Triplets graduate together at Seton Hall

Photo Courtesy of Seton Hall University
The Bertoldi triplets — from left, Leo, Adrianna and Anthony — graduate from Seton Hall University as part of the Class of 2017.

SOUTH ORANGE, NJ — Leo, Anthony and Adrianna Bertoldi graduated from Seton Hall University — together.

On May 15 at the PNC Bank Arts Center in Holmdel, Seton Hall University graduated 1,465 candidates with bachelor’s degrees and 1,116 with master’s and doctorate degrees. Founded in 1856, the undergraduate Class of 2017, with 1,465 students, is the largest in the modern history of Seton Hall and the commencement marked the university surpassing 100,000 living alumni.

Among those historic numbers are the Bertoldi triplets, Leo, Anthony and Adrianna from Roseland. The trio share in that history and some of their own, as they represent the only known triplets to graduate together at Seton Hall and the first generation in their family to graduate from college.

Interestingly enough, the triplets’ decision to attend Seton Hall was made somewhat independently.

“I actually didn’t know my brothers applied to Seton Hall until I got my acceptance letter in the mail,” Adrianna Bertoldi, who majored in nursing, said. “They asked if their letters came and then told me they also applied, but later than I did. It just so happened Seton Hall had great programs for all of our majors, so it was an easy choice to make.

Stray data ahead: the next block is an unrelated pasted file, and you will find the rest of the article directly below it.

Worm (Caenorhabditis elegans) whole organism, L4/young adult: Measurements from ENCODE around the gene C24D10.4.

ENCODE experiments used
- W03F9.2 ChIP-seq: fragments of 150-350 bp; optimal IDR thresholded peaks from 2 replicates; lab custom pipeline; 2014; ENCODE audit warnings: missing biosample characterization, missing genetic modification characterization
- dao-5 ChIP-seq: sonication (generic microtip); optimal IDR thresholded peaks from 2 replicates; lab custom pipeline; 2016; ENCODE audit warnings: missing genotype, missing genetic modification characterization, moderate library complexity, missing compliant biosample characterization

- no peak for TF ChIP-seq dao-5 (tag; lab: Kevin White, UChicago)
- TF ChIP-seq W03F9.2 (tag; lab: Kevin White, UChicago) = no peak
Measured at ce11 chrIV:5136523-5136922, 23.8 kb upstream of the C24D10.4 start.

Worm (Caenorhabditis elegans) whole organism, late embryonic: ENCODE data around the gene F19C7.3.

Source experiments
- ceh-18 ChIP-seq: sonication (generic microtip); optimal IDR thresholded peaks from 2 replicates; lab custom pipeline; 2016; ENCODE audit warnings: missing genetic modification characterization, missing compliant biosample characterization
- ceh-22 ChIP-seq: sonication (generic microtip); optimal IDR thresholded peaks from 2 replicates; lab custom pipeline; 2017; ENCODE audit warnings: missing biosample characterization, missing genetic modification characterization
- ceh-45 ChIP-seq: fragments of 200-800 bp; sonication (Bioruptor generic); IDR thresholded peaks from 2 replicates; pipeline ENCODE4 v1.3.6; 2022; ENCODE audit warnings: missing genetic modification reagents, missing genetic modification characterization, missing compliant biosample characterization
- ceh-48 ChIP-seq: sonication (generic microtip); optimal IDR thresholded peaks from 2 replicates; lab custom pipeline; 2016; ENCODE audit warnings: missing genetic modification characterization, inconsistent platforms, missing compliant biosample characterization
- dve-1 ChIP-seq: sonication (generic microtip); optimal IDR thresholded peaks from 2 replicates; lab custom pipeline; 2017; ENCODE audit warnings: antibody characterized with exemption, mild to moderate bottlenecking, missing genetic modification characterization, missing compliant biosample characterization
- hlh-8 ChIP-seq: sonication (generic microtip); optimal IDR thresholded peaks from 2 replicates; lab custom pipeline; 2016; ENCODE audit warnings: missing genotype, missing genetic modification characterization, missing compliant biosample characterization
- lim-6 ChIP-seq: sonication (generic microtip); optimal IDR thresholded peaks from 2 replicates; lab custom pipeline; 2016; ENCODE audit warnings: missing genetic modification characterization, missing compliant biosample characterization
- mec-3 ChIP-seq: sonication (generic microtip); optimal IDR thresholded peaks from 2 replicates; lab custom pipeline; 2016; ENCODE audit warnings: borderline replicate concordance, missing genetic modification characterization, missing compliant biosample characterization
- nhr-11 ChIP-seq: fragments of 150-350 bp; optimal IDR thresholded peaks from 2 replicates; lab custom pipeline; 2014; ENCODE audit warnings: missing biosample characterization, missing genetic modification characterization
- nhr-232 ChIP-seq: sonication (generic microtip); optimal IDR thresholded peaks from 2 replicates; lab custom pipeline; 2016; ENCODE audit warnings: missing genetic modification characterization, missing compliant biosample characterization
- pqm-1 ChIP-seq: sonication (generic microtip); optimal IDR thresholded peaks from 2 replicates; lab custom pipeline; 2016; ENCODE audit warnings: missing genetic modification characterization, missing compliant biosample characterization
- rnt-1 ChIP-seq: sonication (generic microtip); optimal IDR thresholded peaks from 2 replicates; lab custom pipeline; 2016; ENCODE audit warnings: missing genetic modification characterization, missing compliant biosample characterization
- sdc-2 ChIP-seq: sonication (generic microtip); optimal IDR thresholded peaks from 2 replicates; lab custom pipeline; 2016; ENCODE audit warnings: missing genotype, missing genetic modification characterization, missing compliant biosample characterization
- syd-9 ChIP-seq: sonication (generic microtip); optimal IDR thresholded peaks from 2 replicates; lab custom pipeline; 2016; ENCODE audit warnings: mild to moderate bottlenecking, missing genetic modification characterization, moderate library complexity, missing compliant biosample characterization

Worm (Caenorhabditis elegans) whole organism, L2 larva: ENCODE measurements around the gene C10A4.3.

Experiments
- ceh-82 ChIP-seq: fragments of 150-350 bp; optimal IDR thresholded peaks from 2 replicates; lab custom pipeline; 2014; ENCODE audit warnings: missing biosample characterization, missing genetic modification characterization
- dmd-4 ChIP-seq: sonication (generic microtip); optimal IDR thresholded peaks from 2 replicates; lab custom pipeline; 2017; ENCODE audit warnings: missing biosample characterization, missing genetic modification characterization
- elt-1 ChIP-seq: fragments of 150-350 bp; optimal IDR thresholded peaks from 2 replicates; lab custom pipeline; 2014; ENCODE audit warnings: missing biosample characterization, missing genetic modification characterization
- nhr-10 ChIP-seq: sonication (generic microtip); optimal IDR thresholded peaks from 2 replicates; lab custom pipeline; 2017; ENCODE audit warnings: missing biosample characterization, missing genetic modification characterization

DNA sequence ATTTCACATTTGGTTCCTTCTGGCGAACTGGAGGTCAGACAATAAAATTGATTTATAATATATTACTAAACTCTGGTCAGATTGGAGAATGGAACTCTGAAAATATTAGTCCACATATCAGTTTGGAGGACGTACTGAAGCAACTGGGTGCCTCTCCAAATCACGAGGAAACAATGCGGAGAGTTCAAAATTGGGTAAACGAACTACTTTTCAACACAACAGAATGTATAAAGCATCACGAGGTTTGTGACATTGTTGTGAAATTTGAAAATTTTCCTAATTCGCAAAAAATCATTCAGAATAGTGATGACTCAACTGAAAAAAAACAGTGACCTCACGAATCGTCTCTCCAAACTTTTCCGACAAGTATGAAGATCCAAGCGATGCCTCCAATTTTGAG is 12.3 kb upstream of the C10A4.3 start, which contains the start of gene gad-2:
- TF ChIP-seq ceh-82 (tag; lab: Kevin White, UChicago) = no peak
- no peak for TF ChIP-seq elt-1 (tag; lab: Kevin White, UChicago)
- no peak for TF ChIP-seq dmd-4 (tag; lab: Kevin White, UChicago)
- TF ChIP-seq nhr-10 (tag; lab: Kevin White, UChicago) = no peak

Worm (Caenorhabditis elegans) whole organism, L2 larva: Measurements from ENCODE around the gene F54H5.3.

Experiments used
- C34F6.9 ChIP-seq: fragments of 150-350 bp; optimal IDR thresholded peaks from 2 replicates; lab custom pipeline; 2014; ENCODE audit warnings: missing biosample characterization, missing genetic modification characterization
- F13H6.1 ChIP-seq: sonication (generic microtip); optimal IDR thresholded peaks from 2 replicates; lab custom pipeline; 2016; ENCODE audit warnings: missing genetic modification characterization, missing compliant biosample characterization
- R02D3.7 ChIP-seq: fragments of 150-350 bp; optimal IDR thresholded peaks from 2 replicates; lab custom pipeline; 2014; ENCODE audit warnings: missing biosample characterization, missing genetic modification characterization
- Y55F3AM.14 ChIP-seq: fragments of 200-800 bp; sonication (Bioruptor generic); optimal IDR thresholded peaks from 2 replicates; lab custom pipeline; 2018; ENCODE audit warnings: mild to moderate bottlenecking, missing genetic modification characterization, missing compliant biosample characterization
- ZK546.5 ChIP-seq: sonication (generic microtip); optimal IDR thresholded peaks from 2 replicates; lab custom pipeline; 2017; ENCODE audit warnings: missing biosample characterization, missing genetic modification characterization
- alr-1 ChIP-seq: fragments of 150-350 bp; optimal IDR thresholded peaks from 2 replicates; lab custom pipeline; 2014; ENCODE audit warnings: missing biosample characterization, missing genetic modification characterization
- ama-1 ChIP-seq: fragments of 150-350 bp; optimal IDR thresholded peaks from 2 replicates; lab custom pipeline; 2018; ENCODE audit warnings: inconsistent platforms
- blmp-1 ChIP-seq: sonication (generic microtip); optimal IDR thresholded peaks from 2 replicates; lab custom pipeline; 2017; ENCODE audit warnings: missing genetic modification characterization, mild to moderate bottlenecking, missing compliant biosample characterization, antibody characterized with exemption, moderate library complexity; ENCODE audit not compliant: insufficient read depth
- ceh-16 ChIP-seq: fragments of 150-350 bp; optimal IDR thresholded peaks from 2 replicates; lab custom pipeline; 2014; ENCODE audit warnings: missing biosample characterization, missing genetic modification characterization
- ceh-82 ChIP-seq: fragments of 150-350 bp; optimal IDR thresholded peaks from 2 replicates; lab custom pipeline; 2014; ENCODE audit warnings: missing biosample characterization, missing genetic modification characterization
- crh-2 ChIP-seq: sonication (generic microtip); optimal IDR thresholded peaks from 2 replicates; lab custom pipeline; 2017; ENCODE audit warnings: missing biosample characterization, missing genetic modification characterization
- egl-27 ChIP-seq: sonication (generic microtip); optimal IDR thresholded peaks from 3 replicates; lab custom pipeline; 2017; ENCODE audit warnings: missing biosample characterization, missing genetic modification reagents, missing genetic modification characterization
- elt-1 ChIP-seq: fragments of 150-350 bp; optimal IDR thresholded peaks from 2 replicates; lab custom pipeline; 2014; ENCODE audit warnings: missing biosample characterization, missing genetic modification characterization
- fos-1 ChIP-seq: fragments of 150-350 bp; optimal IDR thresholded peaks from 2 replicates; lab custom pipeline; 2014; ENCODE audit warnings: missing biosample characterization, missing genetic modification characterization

“To be honest, I wanted to go to school out of state,” she continued. “But when I visited the Seton Hall campus, there was just something about it that made me feel at home more than any other university I visited. I also knew I could excel here as a nursing student, which was a large factor in deciding on where to attend.”

For Anthony Bertoldi, a business administration major with a dual concentration in sort management and marketing, academic structure and opportunity played a large role in his decision to attend.

“I liked how Seton Hall had their sport management program in the business school,” he said. “Also, the proximity to New York City and the opportunity for internships in the area was unprecedented.”

Leo Bertoldi, the oldest of the trio by a few minutes, was a history major with a minor in political science and, when asked what drew him to the university, he said: “Seton Hall gave me the most money in scholarships. The campus is also small which I love and is beautiful, especially in the spring.”

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